Using the extended Al-Chalabi and Lewis (2011) disease model, according to the specified sibship size, and disease risk for people not inheriting the variant, and for each value of penetrance, the tool calculates the probabilities of families harbouring the variant presenting as unaffected, familial and sporadic. From these disease state probabilities, taking only those states for which data were provided in Step 1, the tool will calculate the 'expected' rate of state X at each penetrance value. A lookup table is then generated, storing each value of the expected rate of X (being either familial, sporadic, or affected) alongside the penetrance value to which it corresponds. When X is the affected state, the expected affected rate is determined as the sum of the expected familial and sporadic rates at a given penetrance value.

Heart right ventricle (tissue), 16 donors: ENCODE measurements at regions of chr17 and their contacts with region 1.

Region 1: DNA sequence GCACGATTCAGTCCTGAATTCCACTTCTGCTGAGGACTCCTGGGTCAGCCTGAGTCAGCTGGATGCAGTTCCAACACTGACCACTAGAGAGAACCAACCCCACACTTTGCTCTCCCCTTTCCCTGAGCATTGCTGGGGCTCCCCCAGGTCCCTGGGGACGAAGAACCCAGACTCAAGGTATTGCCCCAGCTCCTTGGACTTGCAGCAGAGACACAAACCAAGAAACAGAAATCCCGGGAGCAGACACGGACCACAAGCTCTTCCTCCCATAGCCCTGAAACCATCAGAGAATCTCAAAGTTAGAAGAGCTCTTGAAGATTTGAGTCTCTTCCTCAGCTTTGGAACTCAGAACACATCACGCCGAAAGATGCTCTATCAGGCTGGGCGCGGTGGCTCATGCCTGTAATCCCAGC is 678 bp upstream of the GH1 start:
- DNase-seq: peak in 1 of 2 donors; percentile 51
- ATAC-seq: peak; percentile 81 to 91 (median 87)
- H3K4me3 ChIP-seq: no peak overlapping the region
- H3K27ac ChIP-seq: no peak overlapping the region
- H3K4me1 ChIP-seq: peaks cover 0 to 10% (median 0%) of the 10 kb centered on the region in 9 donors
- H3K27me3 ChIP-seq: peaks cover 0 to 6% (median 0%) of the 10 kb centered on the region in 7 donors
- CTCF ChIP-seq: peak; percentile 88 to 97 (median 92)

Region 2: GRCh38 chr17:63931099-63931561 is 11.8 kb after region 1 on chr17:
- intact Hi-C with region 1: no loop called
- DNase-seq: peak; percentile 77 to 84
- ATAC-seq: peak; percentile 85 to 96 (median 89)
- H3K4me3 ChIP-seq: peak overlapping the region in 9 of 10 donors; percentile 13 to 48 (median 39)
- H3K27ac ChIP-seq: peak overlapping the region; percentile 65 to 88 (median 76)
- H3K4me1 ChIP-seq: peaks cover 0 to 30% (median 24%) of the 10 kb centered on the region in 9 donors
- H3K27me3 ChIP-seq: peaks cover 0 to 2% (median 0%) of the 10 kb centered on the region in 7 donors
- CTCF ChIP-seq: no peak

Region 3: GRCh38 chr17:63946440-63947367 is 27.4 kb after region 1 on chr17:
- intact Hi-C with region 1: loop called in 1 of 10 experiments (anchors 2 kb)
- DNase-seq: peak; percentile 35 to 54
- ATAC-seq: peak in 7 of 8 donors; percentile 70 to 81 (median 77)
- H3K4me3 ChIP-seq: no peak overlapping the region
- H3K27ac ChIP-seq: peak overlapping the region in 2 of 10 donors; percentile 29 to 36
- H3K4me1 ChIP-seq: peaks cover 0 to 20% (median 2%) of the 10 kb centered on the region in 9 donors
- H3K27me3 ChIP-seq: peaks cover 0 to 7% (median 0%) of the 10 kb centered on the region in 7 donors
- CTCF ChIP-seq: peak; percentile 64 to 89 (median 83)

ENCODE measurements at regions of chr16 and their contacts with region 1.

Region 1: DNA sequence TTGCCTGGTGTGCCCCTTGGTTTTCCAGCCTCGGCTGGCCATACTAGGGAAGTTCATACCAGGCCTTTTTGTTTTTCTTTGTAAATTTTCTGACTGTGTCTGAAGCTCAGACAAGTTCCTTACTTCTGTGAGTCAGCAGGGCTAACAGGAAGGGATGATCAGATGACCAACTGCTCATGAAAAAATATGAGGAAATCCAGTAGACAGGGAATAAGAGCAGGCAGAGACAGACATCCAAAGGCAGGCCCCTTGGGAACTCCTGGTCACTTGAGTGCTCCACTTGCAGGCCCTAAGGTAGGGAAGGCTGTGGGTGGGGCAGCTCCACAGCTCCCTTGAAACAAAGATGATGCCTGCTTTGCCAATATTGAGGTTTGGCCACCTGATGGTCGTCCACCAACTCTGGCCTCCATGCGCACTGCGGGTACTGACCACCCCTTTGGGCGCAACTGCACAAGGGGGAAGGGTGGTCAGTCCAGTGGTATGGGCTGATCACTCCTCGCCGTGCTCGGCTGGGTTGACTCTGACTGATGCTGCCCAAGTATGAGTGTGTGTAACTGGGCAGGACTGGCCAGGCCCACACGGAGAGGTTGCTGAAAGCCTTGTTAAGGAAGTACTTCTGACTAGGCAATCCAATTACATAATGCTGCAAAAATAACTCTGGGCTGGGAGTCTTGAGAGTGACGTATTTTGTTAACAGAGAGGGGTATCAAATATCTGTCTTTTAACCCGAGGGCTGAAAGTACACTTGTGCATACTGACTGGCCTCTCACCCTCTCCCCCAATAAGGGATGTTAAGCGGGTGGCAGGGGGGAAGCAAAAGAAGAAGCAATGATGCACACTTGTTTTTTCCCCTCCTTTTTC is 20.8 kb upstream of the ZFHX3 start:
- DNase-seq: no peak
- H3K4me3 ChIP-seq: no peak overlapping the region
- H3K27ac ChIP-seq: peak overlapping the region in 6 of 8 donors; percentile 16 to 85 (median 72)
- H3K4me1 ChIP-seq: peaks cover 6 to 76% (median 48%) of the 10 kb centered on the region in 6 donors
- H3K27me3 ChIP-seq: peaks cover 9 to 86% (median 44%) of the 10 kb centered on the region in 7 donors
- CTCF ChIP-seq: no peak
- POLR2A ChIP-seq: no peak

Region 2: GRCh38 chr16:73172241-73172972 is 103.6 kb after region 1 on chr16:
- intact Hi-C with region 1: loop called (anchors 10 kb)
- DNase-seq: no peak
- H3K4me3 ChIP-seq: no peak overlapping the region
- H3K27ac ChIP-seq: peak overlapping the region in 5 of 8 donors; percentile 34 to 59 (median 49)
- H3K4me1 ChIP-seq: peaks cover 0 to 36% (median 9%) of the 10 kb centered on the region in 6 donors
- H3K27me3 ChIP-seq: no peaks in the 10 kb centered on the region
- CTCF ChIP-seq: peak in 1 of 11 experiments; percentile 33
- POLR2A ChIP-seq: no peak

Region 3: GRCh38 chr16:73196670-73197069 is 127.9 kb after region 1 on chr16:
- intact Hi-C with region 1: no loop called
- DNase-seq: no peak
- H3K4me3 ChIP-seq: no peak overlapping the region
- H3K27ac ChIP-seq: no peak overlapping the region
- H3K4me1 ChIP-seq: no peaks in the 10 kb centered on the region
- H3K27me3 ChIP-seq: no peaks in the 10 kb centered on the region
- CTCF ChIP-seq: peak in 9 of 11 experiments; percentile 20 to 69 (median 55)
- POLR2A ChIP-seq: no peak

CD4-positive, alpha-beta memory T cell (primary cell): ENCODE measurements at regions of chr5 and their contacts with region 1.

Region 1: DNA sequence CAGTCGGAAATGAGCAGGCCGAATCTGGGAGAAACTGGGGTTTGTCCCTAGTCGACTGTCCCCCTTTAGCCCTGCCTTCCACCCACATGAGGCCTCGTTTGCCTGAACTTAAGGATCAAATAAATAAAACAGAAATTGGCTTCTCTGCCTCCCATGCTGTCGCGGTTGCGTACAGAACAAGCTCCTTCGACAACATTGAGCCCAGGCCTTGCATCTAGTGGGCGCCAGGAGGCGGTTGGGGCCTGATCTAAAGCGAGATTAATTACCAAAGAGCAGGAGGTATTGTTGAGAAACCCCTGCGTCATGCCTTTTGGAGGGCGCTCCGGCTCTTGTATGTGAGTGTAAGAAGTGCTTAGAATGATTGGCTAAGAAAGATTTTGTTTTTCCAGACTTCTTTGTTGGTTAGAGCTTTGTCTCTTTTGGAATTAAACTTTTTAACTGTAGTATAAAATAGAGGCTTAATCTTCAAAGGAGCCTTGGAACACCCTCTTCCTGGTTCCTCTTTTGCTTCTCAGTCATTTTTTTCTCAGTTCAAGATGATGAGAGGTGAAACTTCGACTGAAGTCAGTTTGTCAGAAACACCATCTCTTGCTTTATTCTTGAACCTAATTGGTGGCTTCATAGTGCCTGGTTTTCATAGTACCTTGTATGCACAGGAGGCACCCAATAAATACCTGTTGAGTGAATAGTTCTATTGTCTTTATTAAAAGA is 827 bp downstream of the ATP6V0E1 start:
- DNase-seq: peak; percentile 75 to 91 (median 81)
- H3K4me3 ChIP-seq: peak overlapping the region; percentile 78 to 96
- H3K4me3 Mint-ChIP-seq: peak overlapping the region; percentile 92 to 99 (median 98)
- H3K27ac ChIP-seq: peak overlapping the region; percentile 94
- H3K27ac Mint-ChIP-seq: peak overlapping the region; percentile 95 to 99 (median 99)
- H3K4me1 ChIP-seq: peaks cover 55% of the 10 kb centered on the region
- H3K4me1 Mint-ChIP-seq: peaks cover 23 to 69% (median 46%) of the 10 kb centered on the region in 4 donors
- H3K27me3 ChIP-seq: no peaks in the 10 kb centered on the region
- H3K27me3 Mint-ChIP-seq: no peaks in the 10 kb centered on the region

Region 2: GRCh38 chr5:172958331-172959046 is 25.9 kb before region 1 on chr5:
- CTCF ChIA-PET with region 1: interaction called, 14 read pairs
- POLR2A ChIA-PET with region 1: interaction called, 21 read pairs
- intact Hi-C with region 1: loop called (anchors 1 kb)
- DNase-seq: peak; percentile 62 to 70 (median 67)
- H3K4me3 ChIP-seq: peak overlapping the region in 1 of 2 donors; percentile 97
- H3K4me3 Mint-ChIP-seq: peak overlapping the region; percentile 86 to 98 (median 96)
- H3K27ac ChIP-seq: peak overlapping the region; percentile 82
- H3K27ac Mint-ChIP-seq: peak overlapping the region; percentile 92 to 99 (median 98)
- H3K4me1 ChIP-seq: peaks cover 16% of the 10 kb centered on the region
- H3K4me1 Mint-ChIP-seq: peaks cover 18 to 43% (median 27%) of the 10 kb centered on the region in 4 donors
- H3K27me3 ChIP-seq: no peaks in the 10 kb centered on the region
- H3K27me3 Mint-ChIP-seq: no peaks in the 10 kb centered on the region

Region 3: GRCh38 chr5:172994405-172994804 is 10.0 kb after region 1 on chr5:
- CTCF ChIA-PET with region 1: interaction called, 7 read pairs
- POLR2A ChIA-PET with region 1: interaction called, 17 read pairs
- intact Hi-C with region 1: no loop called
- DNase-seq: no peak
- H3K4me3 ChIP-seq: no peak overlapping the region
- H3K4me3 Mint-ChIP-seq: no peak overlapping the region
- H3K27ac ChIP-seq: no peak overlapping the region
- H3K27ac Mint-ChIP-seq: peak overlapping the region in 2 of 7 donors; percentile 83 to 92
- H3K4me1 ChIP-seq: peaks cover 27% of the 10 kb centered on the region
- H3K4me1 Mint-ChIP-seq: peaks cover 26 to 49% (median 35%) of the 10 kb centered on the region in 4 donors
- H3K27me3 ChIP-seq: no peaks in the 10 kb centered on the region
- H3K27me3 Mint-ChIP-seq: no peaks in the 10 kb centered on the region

Step 3: Querying the lookup table
The lookup table is queried to identify the expected disease rate of X closest to the observed rate of X obtained in Step 1. The corresponding penetrance estimate within the lookup table is then obtained. Please note that the estimate here is subject to a systematic bias underlying the approach, and must be adjusted in Step 4 to obtain the final penetrance estimate.
Step 4: Adjust estimate for systematic bias